I will be 64 one week from tomorrow. I am in no way responsible for this accomplishment. It is the happy result of the union of two attractive, intelligent, and perfect human beings a little more than 65 years ago; and having successfully made the trip around the sun on the spinning blue marble 64 times. All the while, our sun hurls through space in an expanding Milky Way galaxy contained (at least as far as we know) within an expanding universe; covering millions of miles a day as it reaches out further and further into …
Having a birthday always make me think too much. So, I like to take a trip about that time of year. A road trip, preferably, with plenty of hours to reflect and talk out loud to myself and anyone else, alive or dead, that I have business with that is really more my business than their business (if you know what I mean). I play my old 70s music, and sing out loud where no one is subjected to the abuse.
I left for this trip on Tuesday and covered 1400 miles in the first two days (through gale-force winds in Kansas, monsoons in Missouri and Illinois, and thunderstorms in Kentucky) to spend some time with a cousin in Oak Ridge, TN. She is the daughter of one of my three favorite uncles, and I hadn’t seen her in nearly 20 years.
We were able to catch up with each other and connect on a level that hadn’t been possible when we were younger. There is about 15 years difference in our ages, which was a big difference when we were younger. My cousin has struggled with learning disabilities, which made it difficult for her to pursue education. She is wonderful with children, but cannot afford the required certification process; and struggles with a sense that it will be too difficult for her to pass the requirements. Although able to live independently and maintain an apartment; she is one of the tens of millions of people who work more than one low-wage part-time job with no benefits. She admitted to me that she relies on SNAP benefits to survive. I was not surprised, but I noted in her tone a real desire to not have to be in that position.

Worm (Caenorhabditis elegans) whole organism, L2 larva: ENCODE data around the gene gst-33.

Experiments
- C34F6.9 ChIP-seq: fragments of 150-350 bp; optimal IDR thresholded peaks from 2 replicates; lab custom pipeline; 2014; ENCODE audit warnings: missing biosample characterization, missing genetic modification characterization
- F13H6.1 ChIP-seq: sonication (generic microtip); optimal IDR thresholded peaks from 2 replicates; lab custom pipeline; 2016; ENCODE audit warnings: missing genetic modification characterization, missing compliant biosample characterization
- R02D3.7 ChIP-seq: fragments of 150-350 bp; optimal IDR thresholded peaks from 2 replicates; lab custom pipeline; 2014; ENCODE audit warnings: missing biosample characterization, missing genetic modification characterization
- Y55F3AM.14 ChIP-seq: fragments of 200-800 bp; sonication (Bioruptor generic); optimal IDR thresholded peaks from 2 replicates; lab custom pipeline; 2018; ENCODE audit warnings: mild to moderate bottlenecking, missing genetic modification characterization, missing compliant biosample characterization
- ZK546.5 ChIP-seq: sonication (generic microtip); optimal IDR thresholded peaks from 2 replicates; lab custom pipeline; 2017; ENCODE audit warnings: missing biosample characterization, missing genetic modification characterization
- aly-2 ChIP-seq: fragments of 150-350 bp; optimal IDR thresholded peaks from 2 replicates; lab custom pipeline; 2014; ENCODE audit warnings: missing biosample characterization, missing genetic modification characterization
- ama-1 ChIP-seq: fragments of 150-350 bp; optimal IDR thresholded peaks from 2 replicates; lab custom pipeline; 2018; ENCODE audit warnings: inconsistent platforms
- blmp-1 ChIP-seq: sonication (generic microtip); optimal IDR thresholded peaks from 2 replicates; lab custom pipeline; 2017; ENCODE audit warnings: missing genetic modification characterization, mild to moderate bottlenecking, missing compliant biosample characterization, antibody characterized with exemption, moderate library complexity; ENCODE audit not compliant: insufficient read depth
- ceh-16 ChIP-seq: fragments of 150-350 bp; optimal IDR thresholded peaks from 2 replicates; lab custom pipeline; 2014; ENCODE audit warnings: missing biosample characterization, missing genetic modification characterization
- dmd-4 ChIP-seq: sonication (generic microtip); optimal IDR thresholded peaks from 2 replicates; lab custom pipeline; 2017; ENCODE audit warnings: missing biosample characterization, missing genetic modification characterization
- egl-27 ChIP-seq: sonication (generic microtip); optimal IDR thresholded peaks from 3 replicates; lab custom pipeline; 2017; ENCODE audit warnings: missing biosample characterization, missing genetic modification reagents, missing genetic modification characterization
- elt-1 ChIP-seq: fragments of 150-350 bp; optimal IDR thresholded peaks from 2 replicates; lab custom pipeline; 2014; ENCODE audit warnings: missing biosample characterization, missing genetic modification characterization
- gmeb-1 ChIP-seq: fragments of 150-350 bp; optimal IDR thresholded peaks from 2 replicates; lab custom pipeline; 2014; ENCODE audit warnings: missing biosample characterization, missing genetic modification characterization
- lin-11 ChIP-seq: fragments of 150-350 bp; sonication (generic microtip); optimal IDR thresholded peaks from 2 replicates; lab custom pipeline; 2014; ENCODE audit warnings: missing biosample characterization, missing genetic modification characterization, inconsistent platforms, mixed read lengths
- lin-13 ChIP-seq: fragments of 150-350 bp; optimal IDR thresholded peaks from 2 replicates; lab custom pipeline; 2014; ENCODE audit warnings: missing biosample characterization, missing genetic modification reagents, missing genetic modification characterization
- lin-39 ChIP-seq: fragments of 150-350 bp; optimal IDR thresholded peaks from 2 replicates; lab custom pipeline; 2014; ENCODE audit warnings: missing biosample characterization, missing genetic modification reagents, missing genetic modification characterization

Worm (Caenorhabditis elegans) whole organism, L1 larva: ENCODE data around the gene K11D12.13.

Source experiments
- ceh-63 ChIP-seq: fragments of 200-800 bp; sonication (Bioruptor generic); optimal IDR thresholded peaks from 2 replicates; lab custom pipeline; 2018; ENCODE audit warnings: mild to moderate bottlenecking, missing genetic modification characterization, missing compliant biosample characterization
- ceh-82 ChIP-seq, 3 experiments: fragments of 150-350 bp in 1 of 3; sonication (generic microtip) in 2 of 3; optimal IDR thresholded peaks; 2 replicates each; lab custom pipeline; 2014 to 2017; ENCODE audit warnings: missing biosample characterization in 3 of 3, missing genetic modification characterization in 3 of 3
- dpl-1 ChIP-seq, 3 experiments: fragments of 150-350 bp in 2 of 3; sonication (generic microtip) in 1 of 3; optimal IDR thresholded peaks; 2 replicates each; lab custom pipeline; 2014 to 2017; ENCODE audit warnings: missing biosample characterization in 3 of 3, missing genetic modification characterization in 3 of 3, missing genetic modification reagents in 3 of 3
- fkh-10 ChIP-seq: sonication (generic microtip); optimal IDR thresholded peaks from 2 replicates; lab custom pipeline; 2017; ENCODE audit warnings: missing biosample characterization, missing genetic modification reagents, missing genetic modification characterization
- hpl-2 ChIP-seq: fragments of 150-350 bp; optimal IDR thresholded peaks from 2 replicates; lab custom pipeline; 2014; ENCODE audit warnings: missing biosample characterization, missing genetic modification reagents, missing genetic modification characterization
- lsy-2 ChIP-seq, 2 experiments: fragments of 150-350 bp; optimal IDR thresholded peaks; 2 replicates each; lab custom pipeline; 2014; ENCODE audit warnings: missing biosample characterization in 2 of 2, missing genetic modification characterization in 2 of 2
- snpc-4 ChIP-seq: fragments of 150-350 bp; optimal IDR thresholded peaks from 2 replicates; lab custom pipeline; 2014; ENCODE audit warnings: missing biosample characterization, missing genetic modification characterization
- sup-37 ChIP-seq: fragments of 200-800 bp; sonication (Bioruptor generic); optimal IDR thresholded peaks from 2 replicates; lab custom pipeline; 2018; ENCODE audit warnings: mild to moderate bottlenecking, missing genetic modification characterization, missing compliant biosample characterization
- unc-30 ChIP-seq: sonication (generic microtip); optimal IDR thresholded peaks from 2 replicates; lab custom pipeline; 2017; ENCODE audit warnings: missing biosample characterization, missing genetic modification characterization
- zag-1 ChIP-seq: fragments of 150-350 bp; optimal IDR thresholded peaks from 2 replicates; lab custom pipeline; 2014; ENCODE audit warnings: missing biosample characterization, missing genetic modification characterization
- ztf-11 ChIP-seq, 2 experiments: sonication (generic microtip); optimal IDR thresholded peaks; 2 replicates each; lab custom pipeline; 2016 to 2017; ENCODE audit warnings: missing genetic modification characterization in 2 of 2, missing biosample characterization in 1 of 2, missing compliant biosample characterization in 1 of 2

When I hear people talk about the lazy poor, I want to punch someone. There are so many differently-abled people among us. They are our cousins, our siblings, and our children. We cannot dismiss them all as lazy or looking for a handout. Why should they feel like they are doing something wrong by accepting help to eat, when life has already conspired to make it difficult for them to do so?
On Thursday, I drove to Mint Hill, NC to visit with a friend from my early days in the Air Force when we were both young and skinny heart-breakers and awesome NCOs. It was one of those visits that validates that there are people in your life that were there for you, by elegant design. We had a glorious time sharing stories, revisiting some of the old stuff long enough to explore the lessons there, and comparing differences in the way we think, our preferences, etc.. It was here that I got a long hot shower, a sit-down dinner with all four food groups (wine is a food group, right?) and a wonderful cloud-like sleep on a feather bed. I left with gifts, both material and spiritual. The way I remember it, it was always that way.
On Friday evening, the dogs and I rolled into Maryland and our base camp for the Will You Still Need Me, Will You Still Feed Me tour. We have some very fun stuff planned! I’m only 64 once; but, if I work it right, once should be enough, right?
What a gloriously special tribute. Thank you so much! You have to know we celebrated you, your birth, your life, your continued life. And now I’m looking forward to your continuing adventures!
I love you, dear “old” friend. Come back soon.
What a great piece of writing! It makes me proud of, and happy about, our connections. Then and now.